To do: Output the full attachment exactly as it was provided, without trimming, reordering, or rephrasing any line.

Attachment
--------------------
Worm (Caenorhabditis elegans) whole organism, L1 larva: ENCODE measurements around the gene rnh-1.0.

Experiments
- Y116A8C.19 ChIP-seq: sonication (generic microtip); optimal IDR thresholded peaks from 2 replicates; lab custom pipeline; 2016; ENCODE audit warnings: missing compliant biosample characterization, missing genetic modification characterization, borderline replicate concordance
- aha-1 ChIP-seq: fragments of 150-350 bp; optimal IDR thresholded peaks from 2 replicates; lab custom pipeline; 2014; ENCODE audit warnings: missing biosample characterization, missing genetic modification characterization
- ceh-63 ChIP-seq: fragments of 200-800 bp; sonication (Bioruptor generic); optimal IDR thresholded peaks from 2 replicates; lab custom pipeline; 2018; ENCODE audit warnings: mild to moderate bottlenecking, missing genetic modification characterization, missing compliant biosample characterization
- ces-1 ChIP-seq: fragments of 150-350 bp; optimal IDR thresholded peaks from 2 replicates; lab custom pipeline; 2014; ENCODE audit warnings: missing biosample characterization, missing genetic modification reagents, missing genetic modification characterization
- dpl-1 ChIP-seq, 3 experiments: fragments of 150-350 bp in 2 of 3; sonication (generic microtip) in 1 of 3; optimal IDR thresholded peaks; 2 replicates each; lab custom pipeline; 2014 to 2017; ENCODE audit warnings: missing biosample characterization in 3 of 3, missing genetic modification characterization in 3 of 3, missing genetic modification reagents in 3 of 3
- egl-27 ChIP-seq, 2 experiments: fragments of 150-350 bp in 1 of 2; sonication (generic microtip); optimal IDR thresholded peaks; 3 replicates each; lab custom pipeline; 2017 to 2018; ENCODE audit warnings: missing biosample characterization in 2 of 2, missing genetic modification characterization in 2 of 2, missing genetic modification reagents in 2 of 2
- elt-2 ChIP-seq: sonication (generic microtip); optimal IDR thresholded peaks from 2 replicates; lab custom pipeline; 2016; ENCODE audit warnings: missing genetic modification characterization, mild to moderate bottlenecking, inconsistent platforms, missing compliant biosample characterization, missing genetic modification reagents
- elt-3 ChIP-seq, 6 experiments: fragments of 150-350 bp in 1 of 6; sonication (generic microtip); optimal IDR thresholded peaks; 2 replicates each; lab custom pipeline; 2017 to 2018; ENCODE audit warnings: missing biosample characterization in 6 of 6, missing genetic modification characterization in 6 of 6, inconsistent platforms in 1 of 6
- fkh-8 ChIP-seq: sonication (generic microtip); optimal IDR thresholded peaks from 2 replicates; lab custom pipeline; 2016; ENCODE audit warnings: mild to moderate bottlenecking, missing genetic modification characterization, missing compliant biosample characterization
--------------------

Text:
Worm (Caenorhabditis elegans) whole organism, L1 larva: ENCODE measurements around the gene rnh-1.0.

Experiments
- Y116A8C.19 ChIP-seq: sonication (generic microtip); optimal IDR thresholded peaks from 2 replicates; lab custom pipeline; 2016; ENCODE audit warnings: missing compliant biosample characterization, missing genetic modification characterization, borderline replicate concordance
- aha-1 ChIP-seq: fragments of 150-350 bp; optimal IDR thresholded peaks from 2 replicates; lab custom pipeline; 2014; ENCODE audit warnings: missing biosample characterization, missing genetic modification characterization
- ceh-63 ChIP-seq: fragments of 200-800 bp; sonication (Bioruptor generic); optimal IDR thresholded peaks from 2 replicates; lab custom pipeline; 2018; ENCODE audit warnings: mild to moderate bottlenecking, missing genetic modification characterization, missing compliant biosample characterization
- ces-1 ChIP-seq: fragments of 150-350 bp; optimal IDR thresholded peaks from 2 replicates; lab custom pipeline; 2014; ENCODE audit warnings: missing biosample characterization, missing genetic modification reagents, missing genetic modification characterization
- dpl-1 ChIP-seq, 3 experiments: fragments of 150-350 bp in 2 of 3; sonication (generic microtip) in 1 of 3; optimal IDR thresholded peaks; 2 replicates each; lab custom pipeline; 2014 to 2017; ENCODE audit warnings: missing biosample characterization in 3 of 3, missing genetic modification characterization in 3 of 3, missing genetic modification reagents in 3 of 3
- egl-27 ChIP-seq, 2 experiments: fragments of 150-350 bp in 1 of 2; sonication (generic microtip); optimal IDR thresholded peaks; 3 replicates each; lab custom pipeline; 2017 to 2018; ENCODE audit warnings: missing biosample characterization in 2 of 2, missing genetic modification characterization in 2 of 2, missing genetic modification reagents in 2 of 2
- elt-2 ChIP-seq: sonication (generic microtip); optimal IDR thresholded peaks from 2 replicates; lab custom pipeline; 2016; ENCODE audit warnings: missing genetic modification characterization, mild to moderate bottlenecking, inconsistent platforms, missing compliant biosample characterization, missing genetic modification reagents
- elt-3 ChIP-seq, 6 experiments: fragments of 150-350 bp in 1 of 6; sonication (generic microtip); optimal IDR thresholded peaks; 2 replicates each; lab custom pipeline; 2017 to 2018; ENCODE audit warnings: missing biosample characterization in 6 of 6, missing genetic modification characterization in 6 of 6, inconsistent platforms in 1 of 6
- fkh-8 ChIP-seq: sonication (generic microtip); optimal IDR thresholded peaks from 2 replicates; lab custom pipeline; 2016; ENCODE audit warnings: mild to moderate bottlenecking, missing genetic modification characterization, missing compliant biosample characterization